The new Expanse novella is out today ( Amazon | B&N ). Gods of Risk is set shortly after Caliban’s War, and includes one of the major characters from Caliban. It’s also actually a novella (as opposed to Butcher of Anderson Station which was a short story), and so has about as much plot and action as a two-hour movie. I think it’s a good story, it’s less than half of what a movie ticket costs anymore, and it’s available now. Follow your conscience.
I’ve written about this elsewhere, but one of the interesting things that ebooks have done is change the status of the novella. When I started up my writing career, the common wisdom was that novellas — that is to say stories between aout 17,500 and 40,000 words — were the things to write if you wanted to win awards. There were a coule reasons for that. First off, that’s a gorgeous length for a lot of stories. Long enough that you get to stretch out and really explore a character or an idea, not so long that it feels padded out. And, as I said, it’s about the same amount of plot as a movie, so modern readers like myself are already very familiar with the size of the story. You’ve probably seen films that were based on novels where the filmmaker had to gut the book to make it fit. You’ve probably also seen movies based on a short story where they had to make stuff up and vamp for a while to till out the time. Novellas are the sweet spot in between.
And the other reason they were the way to win awards was that nobody published them. They’re too short to really justify a print run, when for just a little more money you can print a novel and sell it for considerably more. Or, if you’re a magazine, you’d be devoting almost your whole issue to a single story. And so, come awards time, there were always a lot fewer novellas to pick from.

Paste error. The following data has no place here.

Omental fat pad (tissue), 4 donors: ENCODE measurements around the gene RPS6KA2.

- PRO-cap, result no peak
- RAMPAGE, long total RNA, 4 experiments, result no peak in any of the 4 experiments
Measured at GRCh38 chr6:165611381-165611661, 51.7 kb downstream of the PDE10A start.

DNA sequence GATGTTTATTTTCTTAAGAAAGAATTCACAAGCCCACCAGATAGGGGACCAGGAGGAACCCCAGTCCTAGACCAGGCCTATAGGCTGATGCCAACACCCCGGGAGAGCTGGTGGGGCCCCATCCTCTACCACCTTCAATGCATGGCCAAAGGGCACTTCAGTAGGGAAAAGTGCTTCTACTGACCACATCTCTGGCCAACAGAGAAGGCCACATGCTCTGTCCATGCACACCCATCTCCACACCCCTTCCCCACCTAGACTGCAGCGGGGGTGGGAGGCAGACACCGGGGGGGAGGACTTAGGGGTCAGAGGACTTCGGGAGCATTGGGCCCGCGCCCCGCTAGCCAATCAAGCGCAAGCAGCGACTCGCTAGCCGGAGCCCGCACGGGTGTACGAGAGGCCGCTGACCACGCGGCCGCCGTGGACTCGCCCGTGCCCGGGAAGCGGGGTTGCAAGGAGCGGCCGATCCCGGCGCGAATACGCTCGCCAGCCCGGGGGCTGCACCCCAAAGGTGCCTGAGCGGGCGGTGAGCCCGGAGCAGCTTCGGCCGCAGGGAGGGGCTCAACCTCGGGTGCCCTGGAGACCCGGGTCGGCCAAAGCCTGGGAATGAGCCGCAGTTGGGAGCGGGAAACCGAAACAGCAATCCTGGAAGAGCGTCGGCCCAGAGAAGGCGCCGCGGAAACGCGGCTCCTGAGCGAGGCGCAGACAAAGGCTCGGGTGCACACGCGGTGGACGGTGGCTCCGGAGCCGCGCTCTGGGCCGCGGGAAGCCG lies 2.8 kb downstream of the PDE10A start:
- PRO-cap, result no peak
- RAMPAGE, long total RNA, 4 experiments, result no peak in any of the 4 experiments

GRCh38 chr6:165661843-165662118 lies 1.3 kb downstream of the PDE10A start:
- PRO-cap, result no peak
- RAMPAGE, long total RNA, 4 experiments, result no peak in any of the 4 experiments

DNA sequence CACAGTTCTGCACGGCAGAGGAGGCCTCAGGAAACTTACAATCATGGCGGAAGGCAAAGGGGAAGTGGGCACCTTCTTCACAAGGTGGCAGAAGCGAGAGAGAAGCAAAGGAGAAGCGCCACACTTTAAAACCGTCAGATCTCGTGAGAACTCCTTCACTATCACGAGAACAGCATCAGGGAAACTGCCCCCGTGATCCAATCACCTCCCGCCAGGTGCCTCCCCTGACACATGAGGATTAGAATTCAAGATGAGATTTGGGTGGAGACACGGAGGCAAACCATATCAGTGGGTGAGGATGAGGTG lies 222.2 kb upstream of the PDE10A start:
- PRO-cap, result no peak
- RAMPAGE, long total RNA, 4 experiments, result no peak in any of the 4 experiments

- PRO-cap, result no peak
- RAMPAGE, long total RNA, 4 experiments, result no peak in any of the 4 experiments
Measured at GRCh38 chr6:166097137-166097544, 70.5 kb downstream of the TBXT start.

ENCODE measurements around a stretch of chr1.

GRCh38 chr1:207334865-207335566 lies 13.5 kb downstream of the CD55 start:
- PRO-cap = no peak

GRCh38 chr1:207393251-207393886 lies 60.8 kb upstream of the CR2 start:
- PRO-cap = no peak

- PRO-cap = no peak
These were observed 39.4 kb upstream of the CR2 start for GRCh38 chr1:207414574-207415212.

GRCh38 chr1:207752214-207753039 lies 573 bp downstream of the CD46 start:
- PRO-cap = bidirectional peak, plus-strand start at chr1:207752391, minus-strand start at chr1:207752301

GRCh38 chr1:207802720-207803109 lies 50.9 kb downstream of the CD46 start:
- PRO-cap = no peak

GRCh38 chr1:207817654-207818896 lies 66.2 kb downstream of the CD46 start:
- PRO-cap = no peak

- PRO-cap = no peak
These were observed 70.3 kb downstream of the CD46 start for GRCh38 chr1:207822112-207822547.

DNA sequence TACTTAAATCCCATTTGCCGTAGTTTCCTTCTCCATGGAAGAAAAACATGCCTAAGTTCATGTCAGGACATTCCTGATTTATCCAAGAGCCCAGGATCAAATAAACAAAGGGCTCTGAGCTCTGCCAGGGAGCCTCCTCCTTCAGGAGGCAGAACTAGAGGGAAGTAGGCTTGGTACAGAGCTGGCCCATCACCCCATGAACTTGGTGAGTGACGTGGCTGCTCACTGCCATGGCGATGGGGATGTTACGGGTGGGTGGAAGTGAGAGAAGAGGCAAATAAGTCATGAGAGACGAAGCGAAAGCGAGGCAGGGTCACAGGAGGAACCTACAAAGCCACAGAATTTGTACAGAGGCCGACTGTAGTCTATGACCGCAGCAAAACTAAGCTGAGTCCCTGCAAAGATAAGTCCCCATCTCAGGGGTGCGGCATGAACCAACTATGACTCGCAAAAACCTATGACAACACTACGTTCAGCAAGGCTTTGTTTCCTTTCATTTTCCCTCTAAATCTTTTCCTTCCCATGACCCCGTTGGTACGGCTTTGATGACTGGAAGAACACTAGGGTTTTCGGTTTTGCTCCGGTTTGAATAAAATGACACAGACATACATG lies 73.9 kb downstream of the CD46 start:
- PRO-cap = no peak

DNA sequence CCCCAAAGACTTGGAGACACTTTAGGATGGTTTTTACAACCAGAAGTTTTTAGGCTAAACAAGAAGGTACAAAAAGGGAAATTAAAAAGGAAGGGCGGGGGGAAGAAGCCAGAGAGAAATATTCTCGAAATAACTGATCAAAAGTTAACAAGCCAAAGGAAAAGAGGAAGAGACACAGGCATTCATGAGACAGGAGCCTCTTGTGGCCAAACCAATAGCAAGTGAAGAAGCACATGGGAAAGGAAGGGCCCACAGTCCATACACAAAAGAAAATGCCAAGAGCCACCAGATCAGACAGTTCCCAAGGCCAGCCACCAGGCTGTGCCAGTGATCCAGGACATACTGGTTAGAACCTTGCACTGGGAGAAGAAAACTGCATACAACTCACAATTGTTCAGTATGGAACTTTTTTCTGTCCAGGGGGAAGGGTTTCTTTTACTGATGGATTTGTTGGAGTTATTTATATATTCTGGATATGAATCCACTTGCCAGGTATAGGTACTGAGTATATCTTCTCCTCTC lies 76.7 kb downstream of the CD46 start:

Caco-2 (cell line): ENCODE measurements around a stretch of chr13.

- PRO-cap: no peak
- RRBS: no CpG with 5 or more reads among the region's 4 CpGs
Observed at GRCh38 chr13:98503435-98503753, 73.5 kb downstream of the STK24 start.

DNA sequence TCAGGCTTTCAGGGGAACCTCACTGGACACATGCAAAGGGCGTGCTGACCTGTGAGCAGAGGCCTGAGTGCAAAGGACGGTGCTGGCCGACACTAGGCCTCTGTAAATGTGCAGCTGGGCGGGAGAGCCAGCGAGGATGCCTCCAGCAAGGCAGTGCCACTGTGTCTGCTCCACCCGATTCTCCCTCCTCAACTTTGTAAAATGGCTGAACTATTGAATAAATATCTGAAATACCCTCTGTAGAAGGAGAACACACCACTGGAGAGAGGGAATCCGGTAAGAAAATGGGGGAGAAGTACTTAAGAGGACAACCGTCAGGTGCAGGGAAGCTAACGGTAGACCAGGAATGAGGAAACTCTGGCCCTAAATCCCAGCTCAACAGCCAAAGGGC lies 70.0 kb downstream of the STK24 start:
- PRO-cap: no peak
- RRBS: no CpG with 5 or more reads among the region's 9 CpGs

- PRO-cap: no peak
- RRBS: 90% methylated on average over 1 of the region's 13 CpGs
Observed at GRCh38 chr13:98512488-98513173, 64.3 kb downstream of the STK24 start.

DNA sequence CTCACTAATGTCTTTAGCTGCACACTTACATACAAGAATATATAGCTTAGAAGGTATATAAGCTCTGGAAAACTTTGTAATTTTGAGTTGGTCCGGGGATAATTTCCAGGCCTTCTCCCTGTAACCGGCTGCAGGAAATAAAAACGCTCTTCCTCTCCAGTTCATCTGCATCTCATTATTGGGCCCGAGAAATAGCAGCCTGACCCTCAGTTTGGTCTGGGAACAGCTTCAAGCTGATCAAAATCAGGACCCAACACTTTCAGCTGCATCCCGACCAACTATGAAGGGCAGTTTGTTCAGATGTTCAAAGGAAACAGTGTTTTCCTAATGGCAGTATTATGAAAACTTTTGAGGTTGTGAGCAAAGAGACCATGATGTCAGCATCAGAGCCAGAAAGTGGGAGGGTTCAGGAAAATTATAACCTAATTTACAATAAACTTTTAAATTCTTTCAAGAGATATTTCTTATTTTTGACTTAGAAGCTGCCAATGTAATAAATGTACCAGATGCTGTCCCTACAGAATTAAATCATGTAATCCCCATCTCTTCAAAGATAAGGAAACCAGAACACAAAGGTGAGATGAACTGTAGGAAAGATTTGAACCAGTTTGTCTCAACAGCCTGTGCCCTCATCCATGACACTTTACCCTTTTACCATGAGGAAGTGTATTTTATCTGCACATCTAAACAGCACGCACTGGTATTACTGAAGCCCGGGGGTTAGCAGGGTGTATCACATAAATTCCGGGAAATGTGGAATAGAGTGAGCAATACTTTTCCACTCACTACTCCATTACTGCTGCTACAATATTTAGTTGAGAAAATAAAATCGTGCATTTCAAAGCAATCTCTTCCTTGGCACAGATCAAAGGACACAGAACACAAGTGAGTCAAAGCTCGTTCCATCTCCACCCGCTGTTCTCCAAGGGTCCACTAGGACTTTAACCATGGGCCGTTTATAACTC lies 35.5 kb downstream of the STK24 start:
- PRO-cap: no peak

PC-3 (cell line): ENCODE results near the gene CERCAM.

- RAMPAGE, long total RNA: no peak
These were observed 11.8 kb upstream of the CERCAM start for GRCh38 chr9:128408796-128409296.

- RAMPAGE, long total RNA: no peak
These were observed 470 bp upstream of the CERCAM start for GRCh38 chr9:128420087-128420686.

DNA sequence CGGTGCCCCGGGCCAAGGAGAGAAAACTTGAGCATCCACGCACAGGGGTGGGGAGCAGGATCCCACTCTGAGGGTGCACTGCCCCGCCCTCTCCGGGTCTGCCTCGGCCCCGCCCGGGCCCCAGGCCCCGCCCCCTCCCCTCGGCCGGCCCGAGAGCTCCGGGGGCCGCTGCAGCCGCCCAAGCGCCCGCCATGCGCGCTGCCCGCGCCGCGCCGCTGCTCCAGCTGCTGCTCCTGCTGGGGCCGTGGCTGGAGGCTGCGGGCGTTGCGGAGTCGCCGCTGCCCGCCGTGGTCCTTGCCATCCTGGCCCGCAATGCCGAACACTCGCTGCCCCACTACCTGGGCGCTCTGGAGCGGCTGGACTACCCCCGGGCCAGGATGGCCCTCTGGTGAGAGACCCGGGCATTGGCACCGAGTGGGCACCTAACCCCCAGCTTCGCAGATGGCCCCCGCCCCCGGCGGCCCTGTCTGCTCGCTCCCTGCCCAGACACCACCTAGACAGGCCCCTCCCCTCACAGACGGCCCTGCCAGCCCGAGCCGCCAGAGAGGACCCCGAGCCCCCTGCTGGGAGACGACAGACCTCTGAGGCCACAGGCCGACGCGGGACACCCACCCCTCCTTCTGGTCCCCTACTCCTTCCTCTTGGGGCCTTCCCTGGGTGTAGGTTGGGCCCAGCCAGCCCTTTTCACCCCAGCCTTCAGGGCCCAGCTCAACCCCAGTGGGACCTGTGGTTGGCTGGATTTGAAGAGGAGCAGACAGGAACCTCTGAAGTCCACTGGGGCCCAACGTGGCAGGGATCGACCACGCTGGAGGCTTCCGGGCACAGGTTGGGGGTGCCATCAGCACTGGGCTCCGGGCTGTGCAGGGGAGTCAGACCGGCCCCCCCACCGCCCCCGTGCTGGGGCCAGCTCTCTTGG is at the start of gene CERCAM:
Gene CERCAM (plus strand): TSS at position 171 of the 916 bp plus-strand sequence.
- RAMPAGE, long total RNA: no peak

But the world has moved on, and good that it has, I say. Now we can publish ebook novellas at decent price, and get all the advantages of this length of story with pretty nearly none of the drawbacks (apart from it being only in ebook format).
The other thing that I’ve been thinking about this particular story is that — like the rest of the Expanse books — it borrows from a lot of genres. Samuel Delany was the first person in my reading who talked about science fiction as a mode. Because he is much smarter than I am, I didn’t know what he was on about at the time. As I’ve thought about it, the best sense I’ve made is that science fiction doesn’t have a single ur-plot. When I pick up a romance, I’m pretty clear that there’s going to be a man and a woman, and they’re going to overcome obstacles and fall in love at the end. I pick up a mystery, and I’m pretty sure there’s going to be a crime, and by the end of the book, we’ll figure out who did it. With science fiction, on the other hand, you can’t tell. Maybe it’s political and personal intrigue mixed with the high science of terraforming or a coming of age story set in a culture that isn’t Earth or a first contact story or an ecological collapse story. When Delany calls science fiction a mode rather than a genre, I think he means that when you pick up a science fiction story, you could be picking up *anything*.
That’s part of why I love these projects.